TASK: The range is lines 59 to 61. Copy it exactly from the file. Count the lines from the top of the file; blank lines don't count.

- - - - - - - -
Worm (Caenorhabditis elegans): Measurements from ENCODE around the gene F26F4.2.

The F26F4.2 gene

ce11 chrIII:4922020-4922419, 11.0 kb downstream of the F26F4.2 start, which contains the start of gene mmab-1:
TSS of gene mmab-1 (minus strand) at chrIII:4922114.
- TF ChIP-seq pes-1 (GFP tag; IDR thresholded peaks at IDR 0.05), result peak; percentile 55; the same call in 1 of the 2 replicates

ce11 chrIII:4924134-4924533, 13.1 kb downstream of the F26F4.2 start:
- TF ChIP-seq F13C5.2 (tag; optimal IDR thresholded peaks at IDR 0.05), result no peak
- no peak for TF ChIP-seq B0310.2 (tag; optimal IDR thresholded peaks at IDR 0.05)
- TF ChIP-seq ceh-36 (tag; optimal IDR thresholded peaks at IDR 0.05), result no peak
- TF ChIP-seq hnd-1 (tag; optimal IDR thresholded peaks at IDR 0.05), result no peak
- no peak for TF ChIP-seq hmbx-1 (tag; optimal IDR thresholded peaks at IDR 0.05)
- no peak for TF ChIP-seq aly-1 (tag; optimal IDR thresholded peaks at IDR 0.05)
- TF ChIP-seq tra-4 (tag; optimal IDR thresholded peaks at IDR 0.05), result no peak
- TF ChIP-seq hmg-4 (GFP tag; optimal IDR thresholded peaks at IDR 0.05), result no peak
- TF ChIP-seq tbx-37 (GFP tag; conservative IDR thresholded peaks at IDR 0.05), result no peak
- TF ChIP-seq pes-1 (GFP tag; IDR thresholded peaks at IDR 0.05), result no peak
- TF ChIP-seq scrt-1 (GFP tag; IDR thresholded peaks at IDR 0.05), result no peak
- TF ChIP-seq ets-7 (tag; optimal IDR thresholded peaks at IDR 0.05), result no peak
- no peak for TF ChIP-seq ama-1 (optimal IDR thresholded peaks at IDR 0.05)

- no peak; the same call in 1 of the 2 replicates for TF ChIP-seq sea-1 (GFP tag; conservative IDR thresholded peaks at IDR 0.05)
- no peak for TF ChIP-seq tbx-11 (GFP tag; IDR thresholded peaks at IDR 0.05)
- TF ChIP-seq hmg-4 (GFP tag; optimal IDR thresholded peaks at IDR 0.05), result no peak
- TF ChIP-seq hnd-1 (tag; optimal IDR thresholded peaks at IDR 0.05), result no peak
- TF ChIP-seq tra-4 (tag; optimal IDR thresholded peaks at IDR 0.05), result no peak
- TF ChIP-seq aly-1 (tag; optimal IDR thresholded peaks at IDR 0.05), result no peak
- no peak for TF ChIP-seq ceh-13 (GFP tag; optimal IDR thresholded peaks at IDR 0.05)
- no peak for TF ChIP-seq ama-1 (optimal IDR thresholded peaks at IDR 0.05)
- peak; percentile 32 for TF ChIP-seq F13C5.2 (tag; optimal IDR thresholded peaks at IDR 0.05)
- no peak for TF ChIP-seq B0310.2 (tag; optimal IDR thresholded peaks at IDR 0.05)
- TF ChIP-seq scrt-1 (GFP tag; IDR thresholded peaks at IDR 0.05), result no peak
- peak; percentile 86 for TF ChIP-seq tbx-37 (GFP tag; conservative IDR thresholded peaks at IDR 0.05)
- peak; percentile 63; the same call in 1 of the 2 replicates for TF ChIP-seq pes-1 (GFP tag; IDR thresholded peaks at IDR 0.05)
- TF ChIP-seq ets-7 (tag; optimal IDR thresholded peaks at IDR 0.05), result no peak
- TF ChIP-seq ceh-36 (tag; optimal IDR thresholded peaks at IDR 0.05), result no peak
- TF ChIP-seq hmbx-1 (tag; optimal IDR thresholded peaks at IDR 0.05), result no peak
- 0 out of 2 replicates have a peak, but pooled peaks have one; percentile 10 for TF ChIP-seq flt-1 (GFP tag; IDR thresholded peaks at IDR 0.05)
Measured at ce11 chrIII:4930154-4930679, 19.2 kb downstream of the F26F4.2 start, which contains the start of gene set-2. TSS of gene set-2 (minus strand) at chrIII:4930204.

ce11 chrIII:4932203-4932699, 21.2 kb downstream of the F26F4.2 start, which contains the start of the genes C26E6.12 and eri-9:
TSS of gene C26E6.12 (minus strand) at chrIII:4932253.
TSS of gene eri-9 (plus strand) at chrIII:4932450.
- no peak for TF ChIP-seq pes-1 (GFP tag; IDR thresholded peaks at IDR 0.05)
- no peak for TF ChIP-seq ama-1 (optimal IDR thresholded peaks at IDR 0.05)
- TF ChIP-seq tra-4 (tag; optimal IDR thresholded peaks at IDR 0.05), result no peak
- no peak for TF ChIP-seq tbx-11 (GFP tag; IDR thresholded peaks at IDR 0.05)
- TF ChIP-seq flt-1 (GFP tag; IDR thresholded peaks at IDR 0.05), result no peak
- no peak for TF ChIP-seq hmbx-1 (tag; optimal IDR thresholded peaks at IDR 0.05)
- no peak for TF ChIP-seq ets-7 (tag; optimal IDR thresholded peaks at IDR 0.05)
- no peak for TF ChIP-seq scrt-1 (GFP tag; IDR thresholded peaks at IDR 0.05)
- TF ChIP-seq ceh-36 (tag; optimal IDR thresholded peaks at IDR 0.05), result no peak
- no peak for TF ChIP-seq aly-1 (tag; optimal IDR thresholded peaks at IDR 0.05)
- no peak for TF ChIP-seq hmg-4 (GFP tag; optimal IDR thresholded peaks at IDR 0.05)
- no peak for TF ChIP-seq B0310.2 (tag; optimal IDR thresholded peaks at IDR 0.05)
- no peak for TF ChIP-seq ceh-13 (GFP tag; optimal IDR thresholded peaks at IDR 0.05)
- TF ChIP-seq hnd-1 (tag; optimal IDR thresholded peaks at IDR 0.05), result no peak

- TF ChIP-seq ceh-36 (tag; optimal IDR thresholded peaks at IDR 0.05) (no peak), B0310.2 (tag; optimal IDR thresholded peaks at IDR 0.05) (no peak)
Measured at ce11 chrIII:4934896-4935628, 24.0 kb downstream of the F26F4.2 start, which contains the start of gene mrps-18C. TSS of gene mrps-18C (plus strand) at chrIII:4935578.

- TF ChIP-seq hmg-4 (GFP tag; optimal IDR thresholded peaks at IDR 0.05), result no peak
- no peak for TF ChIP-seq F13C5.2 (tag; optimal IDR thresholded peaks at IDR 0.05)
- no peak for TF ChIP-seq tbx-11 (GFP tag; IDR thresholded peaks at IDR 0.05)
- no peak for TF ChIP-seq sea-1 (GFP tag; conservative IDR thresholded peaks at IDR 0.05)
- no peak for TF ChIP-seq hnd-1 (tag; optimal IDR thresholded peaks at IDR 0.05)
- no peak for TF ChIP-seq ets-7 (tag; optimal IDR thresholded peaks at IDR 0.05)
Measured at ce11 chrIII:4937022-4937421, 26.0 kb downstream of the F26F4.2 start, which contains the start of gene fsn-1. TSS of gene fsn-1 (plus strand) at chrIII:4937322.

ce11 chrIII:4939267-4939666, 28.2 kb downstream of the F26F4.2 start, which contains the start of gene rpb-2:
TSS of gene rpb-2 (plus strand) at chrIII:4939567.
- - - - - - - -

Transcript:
- no peak for TF ChIP-seq tbx-11 (GFP tag; IDR thresholded peaks at IDR 0.05)
- no peak for TF ChIP-seq sea-1 (GFP tag; conservative IDR thresholded peaks at IDR 0.05)
- no peak for TF ChIP-seq hnd-1 (tag; optimal IDR thresholded peaks at IDR 0.05)